There is even a more disturbing development which illustrates the fact that this government is not tasking itself on the path the nation should tread in a season like this when resources are scarce and responsibilities are high. As at 2011, according to Hon Abbas Tajudeen who has done extensive work on the issue, there were a total of 11,886 abandoned projects littered across the country. The total cost of these projects amounts to about N7.78 trillion, going by the figures in the Report of the Presidential Projects Assessment Committee (PPAC) submitted in March 2011.
Ordinarily, you would think that a government that came with all the noise about righting the wrongs of the past would change course. Unfortunately, that is not what is happening. By the end of last year, the number of abandoned projects had increased to about 19,000 with the total cost to the economy estimated at N8.83 trillion!
Considering that most of these projects were started at a period the exchange rate of the Naira to a Dollar was a quarter of what it is today, we can multiply that figure by three or four to understand the gravity of the waste we have in our system today. The sad bit is that while regenerative projects are susceptible to abandonment, those that yield little or no returns have the least tendency for abandonment. But what do we get from the authorities at a time you need fresh thinking to be able to get over the challenges that now seem to overwhelm us?
More of the same!
The foregoing notwithstanding, I do not want to belittle the enormity of the challenges inherited by this administration and the dwindling financial returns from our mismanaged oil and gas sector that limit available options. But then, governments are elected to solve problems and this particular one came into office on the back of a general belief that the previous administration was lacking in the capacity to address those same problems. And having promised so much, this is the time to deliver. Under the prevailing circumstances in Nigeria today, that will not happen without a sort of constructive deviation from what has become the norms.
It is therefore time for President Muhammadu Buhari to stand up and be counted.
The Southern Kaduna Crisis
In several respects, the violence in Southern Kaduna mirrors the Israeli-Palestinian conundrum. One, it is about territorial claims on which each side touts its own history. Two, it is about land which is never really sufficient and the ownership of which is always contentious. Three, it is also about both economic and political survival in a plural society. Four, there is a religion for each side to exploit, especially in drawing external support from those who share with them the same faith. Five, emotions rather than reason drive the positions of those external supporters whose actions only help to fuel the fire. Six, problems are usually compounded when the leadership cannot rise above its own biases and prejudices. Seven, it would take justice as well as a measure of compromise to engender any enduring peace. Meanwhile, there is hardly a Nigerian who is neutral when there is an issue involving ethnicity and religion so it is understandable why this crisis has a national outlook.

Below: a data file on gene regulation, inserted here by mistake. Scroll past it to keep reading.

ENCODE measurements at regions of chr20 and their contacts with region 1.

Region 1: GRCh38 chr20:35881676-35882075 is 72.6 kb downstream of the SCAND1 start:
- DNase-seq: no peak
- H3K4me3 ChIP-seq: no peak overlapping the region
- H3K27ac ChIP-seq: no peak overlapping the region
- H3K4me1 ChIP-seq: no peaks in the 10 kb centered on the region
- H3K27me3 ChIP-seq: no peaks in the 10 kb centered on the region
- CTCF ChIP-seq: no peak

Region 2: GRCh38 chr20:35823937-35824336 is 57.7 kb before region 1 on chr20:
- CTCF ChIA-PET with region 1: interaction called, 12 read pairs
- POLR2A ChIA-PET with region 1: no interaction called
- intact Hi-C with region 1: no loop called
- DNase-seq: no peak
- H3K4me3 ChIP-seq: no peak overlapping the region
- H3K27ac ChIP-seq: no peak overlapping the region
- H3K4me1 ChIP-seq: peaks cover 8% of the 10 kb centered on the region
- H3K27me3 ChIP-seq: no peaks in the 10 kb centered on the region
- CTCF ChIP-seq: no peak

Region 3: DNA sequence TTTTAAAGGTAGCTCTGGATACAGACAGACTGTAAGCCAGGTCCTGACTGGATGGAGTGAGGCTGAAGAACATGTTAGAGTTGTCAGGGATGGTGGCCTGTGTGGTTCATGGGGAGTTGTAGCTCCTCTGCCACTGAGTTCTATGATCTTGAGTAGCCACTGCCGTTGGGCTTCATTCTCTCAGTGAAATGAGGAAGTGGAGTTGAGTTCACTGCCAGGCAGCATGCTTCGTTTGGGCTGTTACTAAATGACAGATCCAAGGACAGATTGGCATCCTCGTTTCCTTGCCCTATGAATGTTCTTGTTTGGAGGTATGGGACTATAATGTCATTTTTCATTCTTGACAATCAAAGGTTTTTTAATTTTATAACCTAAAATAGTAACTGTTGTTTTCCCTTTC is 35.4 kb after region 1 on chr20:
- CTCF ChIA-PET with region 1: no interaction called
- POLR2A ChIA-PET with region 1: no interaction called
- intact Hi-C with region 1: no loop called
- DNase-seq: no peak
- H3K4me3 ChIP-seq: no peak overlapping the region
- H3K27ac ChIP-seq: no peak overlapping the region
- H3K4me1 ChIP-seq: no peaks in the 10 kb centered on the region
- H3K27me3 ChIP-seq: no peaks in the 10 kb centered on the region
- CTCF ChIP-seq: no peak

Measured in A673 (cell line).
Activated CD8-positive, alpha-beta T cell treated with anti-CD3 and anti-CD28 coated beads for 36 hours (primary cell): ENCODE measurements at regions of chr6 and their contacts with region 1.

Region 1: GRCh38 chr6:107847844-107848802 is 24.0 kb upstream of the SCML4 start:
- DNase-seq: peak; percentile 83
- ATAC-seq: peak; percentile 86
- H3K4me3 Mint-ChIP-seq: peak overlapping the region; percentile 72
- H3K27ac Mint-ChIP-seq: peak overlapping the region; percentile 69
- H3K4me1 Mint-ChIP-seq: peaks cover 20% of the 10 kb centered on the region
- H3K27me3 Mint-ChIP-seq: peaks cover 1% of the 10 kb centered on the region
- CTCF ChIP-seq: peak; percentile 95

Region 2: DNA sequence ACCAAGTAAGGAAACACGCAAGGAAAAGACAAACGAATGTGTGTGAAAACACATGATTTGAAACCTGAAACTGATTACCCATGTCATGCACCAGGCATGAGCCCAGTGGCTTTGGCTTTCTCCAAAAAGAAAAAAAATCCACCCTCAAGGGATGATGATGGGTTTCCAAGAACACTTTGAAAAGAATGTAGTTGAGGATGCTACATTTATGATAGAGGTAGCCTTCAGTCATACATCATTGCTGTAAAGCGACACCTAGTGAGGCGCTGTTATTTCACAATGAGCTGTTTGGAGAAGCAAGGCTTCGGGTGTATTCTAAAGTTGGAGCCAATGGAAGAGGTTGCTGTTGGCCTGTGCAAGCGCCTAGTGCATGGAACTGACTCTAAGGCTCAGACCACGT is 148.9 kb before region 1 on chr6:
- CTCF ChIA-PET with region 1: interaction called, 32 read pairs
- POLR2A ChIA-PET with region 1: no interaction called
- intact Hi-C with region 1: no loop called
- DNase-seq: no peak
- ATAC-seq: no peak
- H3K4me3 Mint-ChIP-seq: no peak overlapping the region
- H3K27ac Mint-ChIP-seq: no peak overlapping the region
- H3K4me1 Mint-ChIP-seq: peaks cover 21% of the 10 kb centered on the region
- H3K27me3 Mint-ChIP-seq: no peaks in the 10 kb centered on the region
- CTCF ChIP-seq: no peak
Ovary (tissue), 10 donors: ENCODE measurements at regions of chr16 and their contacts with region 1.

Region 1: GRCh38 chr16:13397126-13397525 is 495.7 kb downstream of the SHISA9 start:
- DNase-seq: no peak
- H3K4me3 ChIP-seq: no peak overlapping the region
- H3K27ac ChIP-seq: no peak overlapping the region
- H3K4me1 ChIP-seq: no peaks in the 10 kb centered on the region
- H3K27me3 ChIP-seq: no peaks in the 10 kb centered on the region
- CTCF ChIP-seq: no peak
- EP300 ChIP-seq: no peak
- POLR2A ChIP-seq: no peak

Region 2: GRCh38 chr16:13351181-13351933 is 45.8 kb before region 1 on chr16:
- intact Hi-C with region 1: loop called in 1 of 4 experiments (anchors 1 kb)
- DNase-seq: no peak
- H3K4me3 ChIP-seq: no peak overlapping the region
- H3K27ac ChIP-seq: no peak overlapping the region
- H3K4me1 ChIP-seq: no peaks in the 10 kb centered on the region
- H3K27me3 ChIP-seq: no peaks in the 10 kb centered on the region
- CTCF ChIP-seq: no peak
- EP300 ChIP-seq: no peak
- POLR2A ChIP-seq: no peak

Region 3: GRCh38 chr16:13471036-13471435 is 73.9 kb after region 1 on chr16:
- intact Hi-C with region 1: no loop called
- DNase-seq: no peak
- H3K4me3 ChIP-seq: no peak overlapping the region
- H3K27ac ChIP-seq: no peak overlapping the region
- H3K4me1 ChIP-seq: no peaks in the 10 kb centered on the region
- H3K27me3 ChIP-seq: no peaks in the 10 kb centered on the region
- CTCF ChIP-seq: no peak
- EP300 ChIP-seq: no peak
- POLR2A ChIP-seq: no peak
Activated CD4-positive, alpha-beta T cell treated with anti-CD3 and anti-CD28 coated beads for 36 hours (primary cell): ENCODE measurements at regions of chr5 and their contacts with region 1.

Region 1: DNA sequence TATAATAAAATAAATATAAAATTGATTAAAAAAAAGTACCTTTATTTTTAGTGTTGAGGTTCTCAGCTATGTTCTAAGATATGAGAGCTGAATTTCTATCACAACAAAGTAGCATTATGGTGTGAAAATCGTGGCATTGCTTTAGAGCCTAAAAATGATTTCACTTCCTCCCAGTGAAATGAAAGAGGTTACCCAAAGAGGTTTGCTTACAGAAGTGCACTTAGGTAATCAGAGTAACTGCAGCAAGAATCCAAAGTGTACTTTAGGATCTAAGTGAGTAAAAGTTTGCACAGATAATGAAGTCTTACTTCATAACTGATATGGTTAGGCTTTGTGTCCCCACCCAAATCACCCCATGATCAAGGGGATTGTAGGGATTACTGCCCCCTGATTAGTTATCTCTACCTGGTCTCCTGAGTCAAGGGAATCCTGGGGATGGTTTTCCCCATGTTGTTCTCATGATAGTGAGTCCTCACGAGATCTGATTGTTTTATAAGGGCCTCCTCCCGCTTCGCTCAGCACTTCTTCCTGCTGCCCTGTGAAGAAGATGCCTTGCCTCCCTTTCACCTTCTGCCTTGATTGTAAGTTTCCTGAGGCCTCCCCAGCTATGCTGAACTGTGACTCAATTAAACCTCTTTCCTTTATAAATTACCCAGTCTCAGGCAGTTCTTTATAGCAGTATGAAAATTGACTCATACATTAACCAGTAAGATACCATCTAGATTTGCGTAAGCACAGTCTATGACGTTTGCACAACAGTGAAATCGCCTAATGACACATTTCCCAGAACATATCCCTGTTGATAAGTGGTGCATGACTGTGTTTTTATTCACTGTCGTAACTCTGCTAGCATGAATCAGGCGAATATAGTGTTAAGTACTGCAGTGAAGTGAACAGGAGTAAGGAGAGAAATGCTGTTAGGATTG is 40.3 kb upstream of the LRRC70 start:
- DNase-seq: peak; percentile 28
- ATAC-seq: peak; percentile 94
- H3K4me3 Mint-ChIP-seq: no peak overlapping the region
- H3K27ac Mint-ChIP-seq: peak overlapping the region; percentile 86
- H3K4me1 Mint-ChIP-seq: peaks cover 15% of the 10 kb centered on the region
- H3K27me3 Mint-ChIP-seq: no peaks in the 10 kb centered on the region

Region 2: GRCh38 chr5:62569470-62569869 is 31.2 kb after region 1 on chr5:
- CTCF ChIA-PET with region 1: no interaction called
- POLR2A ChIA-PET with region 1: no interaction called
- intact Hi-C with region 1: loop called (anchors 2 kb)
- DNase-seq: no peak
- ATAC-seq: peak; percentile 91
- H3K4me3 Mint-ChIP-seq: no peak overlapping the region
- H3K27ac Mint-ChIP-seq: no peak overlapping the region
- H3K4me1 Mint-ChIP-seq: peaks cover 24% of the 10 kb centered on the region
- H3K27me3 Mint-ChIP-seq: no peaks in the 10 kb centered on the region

Personally, I have a sentimental attachment to Southern Kaduna not only because I have several friends from the area but also because that was where I had my first ‘baptism’ as a reporter. Following the May 1992 violence between the Hausa and Kataf communities in Zangon-Kataf Local Government Area of Kaduna State during which several people were massacred, the then military president, General Ibrahim Babangida constituted a tribunal headed by Justice Benedict Okadigbo to try the alleged culprits. Just a few weeks after joining African Concord magazine from The Guardian Newspapers, I was sent to Kaduna to cover what turned out to be a rather controversial trial of Major General Zamani Lekwot and 16 others.
Even at that period, there were external influences on both sides not only stoking the fire but also working hard to perpetuate a culture of hate and acrimony that has not helped the people to date. But that the violence, which has over the years claimed about 20,000 lives, according to Governor Nasir el-Rufai persists, is because attempts to hold anybody accountable have always been based on the need to exact vengeance rather than on the imperative to enthrone justice. That way, the real entrepreneurs of violence on both sides are easily left in business.
While he may have started badly in addressing the current crisis, especially given his initial unhelpful rhetoric, I believe el-Rufai has finally risen to the occasion by showing the kind of leadership that is absent from the federal government on the issue. The governor has reached out to critical stakeholders, held crucial meetings with those who can help and has also tempered his words to calm frayed nerves. But there is only so much that he alone can do.
This is therefore the time for other men and women of goodwill to join in the efforts to restore peace to the area and in finding lasting solutions to the challenge of living together. Southern Kaduna deserves peace and that will not happen if those who are far removed from the area and cannot appreciate what the people lose in an atmosphere of acrimony and blood-letting continue to fan the embers of war.
•This piece by Adeniyi (shown in photo) originally appeared in his column “The Verdict” in today’s edition of ThisDay under the heading, ;Still Guarding the Concrete Slab’. Adeniyi can be reached via email@example.com